The history of immigration and football in Austria has been a little researched field until now, though it goes back a long way. Football migration was accelerated by the 1995 Bosman verdict of the European Court of Justice which led to the liberalisation of the transfer market, but it began long before. A project being conducted by the Vienna Institute for Development and Cooperation entitled "Migration in Austrian Football after 1945" is investigating the changes in Austrian professional football caused by player mobility.
The research team has compiled a complete set of data on foreign first division players and coaches at work in Austria during the period. This information has laid the groundwork for further project stages. These will involve biographical accounts of selected players' migration and career paths, a survey among current professional players, and an analysis of media discourse on representation and identity in Austrian football. Some general trends are already apparent.
The data compiled shows that player mobility has partly reflected broader waves of migration. In the words of project member Georg Spitaler: "At the start of the nineties increased numbers of migrants began arriving from Eastern Europe, but this was soon followed by immigration from an ever wider spectrum of countries. These two trends also left their mark on football. On top of them came the Bosman verdict which led to the deregulation and Europeanisation of the football labour market. The net result is that players from every continent of the globe now figure on Austrian team sheets."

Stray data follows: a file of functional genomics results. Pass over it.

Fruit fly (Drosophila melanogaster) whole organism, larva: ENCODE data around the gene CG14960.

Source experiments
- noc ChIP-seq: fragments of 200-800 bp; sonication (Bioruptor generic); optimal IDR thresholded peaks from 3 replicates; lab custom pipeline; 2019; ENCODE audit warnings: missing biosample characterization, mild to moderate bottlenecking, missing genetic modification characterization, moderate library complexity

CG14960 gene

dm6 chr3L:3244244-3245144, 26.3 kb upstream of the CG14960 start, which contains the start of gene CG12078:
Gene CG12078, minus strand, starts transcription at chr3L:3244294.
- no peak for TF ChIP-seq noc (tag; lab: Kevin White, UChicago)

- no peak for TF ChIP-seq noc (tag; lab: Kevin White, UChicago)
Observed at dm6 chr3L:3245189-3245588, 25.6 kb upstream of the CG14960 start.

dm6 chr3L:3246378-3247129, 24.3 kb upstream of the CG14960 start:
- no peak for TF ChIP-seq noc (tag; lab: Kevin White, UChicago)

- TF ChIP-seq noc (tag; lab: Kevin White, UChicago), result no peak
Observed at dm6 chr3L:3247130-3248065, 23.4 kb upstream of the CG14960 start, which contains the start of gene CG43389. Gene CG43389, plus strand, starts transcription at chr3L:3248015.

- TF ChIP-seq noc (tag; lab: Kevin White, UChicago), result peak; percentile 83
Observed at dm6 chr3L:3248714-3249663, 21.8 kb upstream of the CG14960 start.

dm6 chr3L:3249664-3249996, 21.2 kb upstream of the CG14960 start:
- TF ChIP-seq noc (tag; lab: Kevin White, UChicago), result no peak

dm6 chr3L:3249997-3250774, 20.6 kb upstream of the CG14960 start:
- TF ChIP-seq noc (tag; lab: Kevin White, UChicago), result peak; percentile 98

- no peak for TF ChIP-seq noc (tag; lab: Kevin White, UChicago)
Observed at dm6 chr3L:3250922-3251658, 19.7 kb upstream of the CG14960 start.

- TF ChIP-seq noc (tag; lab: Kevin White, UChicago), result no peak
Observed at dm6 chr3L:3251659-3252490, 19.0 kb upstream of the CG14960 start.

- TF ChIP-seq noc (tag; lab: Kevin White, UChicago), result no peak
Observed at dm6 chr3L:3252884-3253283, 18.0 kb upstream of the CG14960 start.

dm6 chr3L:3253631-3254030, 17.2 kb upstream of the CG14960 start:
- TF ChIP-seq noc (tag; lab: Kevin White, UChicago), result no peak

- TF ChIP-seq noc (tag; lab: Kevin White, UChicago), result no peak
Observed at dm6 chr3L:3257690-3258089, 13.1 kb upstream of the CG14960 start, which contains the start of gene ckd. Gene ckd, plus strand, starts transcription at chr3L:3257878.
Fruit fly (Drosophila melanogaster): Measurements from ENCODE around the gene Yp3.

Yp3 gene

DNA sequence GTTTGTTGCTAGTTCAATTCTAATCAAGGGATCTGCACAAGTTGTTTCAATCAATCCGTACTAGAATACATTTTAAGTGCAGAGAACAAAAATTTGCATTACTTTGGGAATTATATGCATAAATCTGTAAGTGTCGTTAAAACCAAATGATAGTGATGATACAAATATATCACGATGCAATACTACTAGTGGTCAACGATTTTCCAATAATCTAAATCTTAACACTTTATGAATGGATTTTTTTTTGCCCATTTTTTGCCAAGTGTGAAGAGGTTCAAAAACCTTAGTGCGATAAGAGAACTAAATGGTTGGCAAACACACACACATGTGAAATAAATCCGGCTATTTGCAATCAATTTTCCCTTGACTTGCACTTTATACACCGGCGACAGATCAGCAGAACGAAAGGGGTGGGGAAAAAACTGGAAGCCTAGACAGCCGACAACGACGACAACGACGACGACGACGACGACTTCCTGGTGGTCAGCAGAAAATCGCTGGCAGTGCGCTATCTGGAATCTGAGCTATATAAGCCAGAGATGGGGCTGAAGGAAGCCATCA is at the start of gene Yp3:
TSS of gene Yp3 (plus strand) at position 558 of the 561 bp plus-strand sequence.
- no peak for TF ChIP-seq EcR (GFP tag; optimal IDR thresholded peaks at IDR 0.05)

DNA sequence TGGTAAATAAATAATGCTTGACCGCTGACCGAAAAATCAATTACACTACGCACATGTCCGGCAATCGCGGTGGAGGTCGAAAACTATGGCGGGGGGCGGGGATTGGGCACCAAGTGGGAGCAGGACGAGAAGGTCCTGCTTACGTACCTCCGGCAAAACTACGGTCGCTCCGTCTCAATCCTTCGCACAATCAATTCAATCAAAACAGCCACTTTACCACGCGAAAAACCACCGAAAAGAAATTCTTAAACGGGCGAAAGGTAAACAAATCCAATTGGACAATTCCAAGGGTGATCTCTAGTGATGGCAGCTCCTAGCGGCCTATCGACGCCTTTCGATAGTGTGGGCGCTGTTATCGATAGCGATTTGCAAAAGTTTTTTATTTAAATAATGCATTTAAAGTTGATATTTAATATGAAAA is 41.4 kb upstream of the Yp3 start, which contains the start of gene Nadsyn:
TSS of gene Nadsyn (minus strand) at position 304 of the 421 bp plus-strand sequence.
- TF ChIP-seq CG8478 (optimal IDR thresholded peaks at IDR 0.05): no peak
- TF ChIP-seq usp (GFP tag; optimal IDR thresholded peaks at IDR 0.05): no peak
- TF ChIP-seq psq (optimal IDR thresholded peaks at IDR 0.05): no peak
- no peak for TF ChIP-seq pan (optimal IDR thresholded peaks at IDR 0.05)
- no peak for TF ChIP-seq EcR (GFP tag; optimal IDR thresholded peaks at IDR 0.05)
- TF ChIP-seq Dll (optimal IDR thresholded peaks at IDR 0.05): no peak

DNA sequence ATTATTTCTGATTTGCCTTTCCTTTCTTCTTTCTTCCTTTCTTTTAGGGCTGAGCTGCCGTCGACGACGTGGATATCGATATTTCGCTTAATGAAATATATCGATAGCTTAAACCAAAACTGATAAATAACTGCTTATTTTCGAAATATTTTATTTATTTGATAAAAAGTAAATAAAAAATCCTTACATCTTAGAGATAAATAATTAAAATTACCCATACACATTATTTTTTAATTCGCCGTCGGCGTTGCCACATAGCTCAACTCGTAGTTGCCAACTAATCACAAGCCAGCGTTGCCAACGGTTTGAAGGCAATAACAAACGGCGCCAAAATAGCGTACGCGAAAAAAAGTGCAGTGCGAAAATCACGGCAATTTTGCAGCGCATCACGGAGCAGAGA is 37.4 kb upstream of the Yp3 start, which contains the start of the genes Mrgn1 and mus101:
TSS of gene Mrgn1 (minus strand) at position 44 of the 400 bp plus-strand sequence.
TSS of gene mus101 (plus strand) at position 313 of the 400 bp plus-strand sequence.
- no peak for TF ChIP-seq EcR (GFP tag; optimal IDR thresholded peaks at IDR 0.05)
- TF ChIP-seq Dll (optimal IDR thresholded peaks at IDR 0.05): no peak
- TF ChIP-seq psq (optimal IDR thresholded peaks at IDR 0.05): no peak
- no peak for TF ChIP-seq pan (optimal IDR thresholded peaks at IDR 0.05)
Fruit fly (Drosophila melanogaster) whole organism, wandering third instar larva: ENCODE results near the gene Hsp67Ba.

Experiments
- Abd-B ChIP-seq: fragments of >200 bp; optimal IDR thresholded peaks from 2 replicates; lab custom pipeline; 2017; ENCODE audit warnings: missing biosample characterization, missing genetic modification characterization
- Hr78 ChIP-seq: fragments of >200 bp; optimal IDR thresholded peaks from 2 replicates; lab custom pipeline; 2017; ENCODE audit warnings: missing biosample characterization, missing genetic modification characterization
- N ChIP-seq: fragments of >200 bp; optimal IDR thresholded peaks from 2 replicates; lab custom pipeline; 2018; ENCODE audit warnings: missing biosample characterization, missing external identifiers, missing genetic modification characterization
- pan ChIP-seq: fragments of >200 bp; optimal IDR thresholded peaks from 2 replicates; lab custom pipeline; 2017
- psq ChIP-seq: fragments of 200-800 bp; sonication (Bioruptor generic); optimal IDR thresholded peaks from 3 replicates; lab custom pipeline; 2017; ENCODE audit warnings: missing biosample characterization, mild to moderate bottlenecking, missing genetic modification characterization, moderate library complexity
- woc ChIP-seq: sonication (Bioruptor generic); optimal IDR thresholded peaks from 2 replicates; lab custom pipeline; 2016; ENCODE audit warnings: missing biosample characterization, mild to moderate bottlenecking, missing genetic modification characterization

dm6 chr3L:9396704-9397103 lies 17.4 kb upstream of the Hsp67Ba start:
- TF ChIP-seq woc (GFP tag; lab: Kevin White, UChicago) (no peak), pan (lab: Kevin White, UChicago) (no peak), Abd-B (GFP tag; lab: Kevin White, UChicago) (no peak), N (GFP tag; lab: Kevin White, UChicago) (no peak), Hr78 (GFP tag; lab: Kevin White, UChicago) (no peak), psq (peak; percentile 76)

Yet even before the nineties, Austrian teams almost always included migrants. The project data, which goes back to the fifties, provides preliminary indications of the foreign players' origins. For instance after 1956 some players came from Hungary to Austria corresponding to the refugees that fled to Austria, later on many players originated from Yugoslavia.
Integration and Discrimination
As the number of foreign players in Austria grew they often became the focus of heated debates, as the media research reveals. Commenting on this, Georg Spitaler's colleague Barbara Liegl said: "Particularly at the start of the sixties, there were bitter complaints in the sporting press of an alleged foreign invasion. In the eighties, when many Austrian footballers went to major European clubs, the foreign players evidently got a more friendly reception." These shifting media responses to foreign players will now be more closely investigated using the database and conducting a media analysis.
The number of foreign players has risen by about 40 percent since the nineties, and there are once again frequent discussions of fans’ inability to identify with "foreign dominated" teams. A consequence of this controversy was the "gentlemen's agreement" reached by first division clubs during the 2001/2002 season, under which a quota of home-grown players had to be met in every game.
The biographical work that forms part of the project also aims to revive memories of forgotten foreign players. For instance, few remember Saleh Selim - the first African footballer in Austria after 1945 - though he was one of the best known sportsmen in his home country, Egypt. The FWF project is keeping its eye on the ball, and the team will deliver final results in good time for the 2008 European Championship, due to be staged in Austria.
Till C. Jelitto | alfa
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